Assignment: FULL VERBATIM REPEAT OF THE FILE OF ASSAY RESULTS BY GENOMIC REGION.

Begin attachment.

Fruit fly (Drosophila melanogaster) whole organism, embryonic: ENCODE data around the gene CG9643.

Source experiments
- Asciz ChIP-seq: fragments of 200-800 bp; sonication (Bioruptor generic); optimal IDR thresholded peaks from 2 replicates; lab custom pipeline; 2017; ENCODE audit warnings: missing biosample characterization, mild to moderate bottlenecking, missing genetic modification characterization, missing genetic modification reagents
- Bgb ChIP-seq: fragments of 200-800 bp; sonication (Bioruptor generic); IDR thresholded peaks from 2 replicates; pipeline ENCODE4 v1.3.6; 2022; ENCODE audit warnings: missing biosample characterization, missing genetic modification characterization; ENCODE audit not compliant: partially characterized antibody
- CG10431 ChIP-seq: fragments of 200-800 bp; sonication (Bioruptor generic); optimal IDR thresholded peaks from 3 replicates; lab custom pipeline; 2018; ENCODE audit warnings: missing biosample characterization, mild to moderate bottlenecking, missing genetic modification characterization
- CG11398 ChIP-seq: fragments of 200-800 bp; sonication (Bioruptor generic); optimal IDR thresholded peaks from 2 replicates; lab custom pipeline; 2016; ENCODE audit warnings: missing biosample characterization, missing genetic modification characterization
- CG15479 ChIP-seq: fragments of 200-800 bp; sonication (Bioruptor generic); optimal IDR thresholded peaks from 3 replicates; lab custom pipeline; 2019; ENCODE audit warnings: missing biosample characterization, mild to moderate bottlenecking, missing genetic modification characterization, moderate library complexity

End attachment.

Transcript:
Fruit fly (Drosophila melanogaster) whole organism, embryonic: ENCODE data around the gene CG9643.

Source experiments
- Asciz ChIP-seq: fragments of 200-800 bp; sonication (Bioruptor generic); optimal IDR thresholded peaks from 2 replicates; lab custom pipeline; 2017; ENCODE audit warnings: missing biosample characterization, mild to moderate bottlenecking, missing genetic modification characterization, missing genetic modification reagents
- Bgb ChIP-seq: fragments of 200-800 bp; sonication (Bioruptor generic); IDR thresholded peaks from 2 replicates; pipeline ENCODE4 v1.3.6; 2022; ENCODE audit warnings: missing biosample characterization, missing genetic modification characterization; ENCODE audit not compliant: partially characterized antibody
- CG10431 ChIP-seq: fragments of 200-800 bp; sonication (Bioruptor generic); optimal IDR thresholded peaks from 3 replicates; lab custom pipeline; 2018; ENCODE audit warnings: missing biosample characterization, mild to moderate bottlenecking, missing genetic modification characterization
- CG11398 ChIP-seq: fragments of 200-800 bp; sonication (Bioruptor generic); optimal IDR thresholded peaks from 2 replicates; lab custom pipeline; 2016; ENCODE audit warnings: missing biosample characterization, missing genetic modification characterization
- CG15479 ChIP-seq: fragments of 200-800 bp; sonication (Bioruptor generic); optimal IDR thresholded peaks from 3 replicates; lab custom pipeline; 2019; ENCODE audit warnings: missing biosample characterization, mild to moderate bottlenecking, missing genetic modification characterization, moderate library complexity